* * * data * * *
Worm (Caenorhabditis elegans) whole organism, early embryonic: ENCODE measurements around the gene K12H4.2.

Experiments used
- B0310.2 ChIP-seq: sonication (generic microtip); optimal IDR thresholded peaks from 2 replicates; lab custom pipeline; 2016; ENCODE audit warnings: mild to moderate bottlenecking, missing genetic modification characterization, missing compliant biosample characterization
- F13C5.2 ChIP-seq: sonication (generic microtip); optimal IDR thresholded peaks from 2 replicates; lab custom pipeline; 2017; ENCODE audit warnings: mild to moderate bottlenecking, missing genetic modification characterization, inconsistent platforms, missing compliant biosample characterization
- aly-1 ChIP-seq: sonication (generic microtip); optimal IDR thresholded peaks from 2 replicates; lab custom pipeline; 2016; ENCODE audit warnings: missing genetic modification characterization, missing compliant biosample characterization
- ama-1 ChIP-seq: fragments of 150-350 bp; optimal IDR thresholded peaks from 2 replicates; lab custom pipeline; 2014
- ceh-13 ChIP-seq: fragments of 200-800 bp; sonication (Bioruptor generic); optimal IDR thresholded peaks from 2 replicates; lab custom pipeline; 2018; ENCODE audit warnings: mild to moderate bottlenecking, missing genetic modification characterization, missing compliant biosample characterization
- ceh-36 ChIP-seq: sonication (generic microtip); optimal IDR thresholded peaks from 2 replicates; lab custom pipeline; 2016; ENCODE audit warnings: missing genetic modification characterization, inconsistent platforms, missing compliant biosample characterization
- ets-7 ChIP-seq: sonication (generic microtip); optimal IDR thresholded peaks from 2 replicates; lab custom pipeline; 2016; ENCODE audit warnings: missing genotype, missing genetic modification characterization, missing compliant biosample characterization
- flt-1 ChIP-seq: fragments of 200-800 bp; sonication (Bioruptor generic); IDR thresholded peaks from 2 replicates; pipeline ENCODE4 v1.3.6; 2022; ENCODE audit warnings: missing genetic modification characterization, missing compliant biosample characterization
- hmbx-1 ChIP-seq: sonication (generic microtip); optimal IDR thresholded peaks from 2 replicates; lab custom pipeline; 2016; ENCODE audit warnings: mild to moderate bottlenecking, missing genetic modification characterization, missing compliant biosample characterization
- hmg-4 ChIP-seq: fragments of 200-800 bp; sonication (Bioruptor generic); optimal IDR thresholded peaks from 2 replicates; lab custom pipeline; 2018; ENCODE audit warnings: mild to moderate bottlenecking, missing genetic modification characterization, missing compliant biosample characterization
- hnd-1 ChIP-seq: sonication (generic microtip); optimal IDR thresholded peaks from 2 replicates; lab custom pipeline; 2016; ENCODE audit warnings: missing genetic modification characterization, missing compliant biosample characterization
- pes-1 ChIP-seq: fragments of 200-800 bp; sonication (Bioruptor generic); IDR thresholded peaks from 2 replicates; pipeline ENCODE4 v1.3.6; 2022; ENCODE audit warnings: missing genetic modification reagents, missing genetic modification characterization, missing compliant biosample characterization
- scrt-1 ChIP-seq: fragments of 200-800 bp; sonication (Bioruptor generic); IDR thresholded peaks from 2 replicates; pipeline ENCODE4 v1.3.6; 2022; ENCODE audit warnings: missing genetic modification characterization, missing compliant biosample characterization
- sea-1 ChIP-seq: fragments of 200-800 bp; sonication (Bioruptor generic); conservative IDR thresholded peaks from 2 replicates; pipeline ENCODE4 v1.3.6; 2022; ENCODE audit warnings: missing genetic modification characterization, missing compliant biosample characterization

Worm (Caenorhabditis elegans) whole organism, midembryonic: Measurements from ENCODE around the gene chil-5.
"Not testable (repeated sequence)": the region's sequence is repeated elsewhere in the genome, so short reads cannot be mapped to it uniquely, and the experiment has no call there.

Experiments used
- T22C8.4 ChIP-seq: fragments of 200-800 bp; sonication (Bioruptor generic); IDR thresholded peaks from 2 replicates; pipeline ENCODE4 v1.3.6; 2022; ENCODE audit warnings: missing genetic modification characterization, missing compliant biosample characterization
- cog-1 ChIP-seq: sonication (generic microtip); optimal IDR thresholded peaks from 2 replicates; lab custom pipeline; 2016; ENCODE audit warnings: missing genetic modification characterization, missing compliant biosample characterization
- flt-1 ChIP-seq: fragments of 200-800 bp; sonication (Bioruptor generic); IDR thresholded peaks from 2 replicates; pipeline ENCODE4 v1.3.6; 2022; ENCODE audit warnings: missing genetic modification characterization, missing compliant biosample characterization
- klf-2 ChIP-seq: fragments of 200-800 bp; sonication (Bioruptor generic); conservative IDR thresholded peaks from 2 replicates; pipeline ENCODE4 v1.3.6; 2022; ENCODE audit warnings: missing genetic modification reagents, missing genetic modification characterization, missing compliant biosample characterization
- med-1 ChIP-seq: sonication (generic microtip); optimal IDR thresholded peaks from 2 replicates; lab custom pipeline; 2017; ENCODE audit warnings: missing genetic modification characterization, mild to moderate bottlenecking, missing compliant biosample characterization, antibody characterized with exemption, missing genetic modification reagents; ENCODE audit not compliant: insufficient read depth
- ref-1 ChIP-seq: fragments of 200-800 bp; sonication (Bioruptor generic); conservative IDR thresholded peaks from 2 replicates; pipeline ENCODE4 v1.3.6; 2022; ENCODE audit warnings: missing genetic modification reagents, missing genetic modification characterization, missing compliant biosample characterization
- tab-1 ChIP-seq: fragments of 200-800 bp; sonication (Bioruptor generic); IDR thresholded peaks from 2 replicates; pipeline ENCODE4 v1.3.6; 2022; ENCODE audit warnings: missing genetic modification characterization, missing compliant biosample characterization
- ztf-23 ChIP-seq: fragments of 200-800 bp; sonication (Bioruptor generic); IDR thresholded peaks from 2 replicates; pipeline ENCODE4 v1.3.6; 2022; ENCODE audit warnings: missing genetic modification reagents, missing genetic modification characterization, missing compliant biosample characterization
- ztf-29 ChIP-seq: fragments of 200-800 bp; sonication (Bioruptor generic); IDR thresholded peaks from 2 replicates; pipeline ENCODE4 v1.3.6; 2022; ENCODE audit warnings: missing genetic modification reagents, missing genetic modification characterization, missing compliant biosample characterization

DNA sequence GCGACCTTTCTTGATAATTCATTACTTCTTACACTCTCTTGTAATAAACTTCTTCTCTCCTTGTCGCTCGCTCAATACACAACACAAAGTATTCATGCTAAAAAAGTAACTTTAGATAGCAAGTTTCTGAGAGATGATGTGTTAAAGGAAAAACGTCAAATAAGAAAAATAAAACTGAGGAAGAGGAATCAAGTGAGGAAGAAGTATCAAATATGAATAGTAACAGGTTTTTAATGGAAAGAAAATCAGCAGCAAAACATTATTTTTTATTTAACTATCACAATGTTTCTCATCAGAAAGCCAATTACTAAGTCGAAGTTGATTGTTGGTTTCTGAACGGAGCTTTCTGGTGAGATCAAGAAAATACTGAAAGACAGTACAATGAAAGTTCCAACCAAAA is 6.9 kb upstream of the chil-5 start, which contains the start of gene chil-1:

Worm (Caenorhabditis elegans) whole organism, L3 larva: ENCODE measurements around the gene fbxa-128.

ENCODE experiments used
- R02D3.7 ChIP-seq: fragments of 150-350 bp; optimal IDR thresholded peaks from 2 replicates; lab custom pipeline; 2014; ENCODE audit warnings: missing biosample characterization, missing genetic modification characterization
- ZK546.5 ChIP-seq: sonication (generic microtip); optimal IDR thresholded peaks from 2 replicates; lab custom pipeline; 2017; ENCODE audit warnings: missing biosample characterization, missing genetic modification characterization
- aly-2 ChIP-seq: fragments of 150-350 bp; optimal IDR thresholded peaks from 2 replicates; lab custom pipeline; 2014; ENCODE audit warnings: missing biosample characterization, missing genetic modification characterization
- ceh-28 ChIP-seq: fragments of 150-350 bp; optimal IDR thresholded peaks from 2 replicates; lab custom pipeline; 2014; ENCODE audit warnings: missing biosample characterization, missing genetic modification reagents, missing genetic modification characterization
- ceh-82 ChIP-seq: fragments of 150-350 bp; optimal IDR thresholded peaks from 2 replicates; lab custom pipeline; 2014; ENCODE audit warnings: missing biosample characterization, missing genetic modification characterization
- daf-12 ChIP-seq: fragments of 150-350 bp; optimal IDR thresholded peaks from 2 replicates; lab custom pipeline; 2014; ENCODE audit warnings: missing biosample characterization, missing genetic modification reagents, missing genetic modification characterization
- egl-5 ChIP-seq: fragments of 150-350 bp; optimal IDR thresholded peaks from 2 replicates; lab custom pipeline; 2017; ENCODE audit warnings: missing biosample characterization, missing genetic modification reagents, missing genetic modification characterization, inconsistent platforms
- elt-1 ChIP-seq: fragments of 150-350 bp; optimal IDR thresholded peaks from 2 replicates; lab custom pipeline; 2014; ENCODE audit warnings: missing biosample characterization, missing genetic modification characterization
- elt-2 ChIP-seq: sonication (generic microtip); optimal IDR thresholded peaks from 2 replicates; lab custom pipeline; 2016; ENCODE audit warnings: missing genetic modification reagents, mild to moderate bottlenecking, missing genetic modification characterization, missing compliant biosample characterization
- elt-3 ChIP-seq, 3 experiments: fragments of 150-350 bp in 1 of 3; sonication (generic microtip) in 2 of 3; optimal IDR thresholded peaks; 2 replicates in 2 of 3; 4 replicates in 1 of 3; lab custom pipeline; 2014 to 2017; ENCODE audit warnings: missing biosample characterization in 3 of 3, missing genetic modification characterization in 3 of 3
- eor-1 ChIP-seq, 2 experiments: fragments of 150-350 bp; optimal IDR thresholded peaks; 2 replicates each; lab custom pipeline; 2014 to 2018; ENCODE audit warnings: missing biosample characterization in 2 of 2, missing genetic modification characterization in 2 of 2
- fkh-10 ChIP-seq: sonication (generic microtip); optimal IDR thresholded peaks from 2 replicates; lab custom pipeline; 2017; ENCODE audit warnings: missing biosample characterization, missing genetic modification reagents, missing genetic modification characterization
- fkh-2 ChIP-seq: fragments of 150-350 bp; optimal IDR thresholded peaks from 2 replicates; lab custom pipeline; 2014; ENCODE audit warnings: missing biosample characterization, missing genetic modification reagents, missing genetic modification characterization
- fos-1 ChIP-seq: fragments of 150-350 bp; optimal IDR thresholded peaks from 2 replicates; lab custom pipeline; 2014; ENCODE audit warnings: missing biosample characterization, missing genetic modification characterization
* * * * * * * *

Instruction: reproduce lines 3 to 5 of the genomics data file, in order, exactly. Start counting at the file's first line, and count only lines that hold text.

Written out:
- B0310.2 ChIP-seq: sonication (generic microtip); optimal IDR thresholded peaks from 2 replicates; lab custom pipeline; 2016; ENCODE audit warnings: mild to moderate bottlenecking, missing genetic modification characterization, missing compliant biosample characterization
- F13C5.2 ChIP-seq: sonication (generic microtip); optimal IDR thresholded peaks from 2 replicates; lab custom pipeline; 2017; ENCODE audit warnings: mild to moderate bottlenecking, missing genetic modification characterization, inconsistent platforms, missing compliant biosample characterization
- aly-1 ChIP-seq: sonication (generic microtip); optimal IDR thresholded peaks from 2 replicates; lab custom pipeline; 2016; ENCODE audit warnings: missing genetic modification characterization, missing compliant biosample characterization